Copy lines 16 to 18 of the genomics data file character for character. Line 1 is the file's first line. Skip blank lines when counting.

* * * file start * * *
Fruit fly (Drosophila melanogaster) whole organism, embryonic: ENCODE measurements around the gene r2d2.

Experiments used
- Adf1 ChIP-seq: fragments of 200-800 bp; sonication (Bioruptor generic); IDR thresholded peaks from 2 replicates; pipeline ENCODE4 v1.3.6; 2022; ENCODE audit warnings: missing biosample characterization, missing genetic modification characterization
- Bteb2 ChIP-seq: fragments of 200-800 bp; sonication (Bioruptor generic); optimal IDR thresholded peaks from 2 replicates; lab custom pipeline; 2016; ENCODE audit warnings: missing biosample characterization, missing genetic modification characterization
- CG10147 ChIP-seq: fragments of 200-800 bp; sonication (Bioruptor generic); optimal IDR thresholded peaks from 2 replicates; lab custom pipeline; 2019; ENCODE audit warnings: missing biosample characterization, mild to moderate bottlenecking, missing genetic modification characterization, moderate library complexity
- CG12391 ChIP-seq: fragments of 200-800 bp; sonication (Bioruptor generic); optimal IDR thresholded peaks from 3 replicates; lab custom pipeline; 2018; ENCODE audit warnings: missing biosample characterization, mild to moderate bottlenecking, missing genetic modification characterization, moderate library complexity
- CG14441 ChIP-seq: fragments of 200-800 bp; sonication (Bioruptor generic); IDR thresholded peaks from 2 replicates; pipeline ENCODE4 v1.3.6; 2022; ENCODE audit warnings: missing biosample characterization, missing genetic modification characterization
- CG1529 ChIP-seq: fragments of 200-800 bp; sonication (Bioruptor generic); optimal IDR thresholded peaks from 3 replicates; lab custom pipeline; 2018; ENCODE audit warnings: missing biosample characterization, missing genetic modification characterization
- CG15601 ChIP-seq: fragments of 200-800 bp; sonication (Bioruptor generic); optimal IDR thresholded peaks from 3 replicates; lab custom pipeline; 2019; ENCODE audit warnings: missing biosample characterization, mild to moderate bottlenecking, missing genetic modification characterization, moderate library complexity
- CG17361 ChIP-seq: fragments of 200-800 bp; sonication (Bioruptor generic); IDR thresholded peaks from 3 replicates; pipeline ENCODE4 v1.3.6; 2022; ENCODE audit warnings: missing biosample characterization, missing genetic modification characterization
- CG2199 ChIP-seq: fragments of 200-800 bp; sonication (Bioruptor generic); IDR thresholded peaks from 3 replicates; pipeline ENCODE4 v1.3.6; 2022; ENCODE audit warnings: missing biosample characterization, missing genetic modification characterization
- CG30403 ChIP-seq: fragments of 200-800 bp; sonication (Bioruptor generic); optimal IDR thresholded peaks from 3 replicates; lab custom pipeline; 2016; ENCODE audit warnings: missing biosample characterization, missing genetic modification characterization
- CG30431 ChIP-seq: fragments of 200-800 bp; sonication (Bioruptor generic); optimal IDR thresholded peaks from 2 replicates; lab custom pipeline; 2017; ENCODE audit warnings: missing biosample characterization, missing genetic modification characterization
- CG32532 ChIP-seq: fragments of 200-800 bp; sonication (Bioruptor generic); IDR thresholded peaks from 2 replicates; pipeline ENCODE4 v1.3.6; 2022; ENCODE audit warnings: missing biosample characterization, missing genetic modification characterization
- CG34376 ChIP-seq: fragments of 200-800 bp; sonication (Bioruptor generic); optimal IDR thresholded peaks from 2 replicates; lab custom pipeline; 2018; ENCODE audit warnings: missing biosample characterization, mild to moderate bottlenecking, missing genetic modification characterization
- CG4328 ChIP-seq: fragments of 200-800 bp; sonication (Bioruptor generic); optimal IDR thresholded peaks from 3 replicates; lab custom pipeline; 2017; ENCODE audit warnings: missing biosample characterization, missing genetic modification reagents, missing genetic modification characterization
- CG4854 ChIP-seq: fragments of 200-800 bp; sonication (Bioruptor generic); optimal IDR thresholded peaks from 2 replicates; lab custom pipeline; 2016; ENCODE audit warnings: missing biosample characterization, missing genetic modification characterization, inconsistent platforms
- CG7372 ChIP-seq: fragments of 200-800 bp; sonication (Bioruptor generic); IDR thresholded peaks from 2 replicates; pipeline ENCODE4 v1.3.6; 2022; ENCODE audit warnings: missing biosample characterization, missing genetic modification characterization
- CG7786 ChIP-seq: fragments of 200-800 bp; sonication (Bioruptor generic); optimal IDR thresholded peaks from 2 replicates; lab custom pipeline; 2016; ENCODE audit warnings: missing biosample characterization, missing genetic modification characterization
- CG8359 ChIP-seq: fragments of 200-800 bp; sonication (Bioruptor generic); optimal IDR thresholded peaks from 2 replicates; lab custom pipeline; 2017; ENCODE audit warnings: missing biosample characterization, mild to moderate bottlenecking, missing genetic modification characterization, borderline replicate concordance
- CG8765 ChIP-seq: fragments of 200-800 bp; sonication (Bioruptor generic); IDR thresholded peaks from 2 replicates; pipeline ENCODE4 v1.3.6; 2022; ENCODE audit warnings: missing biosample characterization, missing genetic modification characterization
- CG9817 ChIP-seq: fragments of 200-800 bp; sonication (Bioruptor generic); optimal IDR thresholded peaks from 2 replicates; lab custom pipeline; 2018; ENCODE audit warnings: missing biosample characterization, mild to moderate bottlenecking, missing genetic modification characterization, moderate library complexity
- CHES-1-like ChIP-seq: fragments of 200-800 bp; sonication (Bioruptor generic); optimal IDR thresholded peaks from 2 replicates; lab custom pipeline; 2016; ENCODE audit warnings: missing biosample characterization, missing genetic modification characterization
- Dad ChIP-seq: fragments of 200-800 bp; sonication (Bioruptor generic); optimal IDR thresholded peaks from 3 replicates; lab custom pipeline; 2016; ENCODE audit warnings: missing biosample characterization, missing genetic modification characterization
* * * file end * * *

- CG4328 ChIP-seq: fragments of 200-800 bp; sonication (Bioruptor generic); optimal IDR thresholded peaks from 3 replicates; lab custom pipeline; 2017; ENCODE audit warnings: missing biosample characterization, missing genetic modification reagents, missing genetic modification characterization
- CG4854 ChIP-seq: fragments of 200-800 bp; sonication (Bioruptor generic); optimal IDR thresholded peaks from 2 replicates; lab custom pipeline; 2016; ENCODE audit warnings: missing biosample characterization, missing genetic modification characterization, inconsistent platforms
- CG7372 ChIP-seq: fragments of 200-800 bp; sonication (Bioruptor generic); IDR thresholded peaks from 2 replicates; pipeline ENCODE4 v1.3.6; 2022; ENCODE audit warnings: missing biosample characterization, missing genetic modification characterization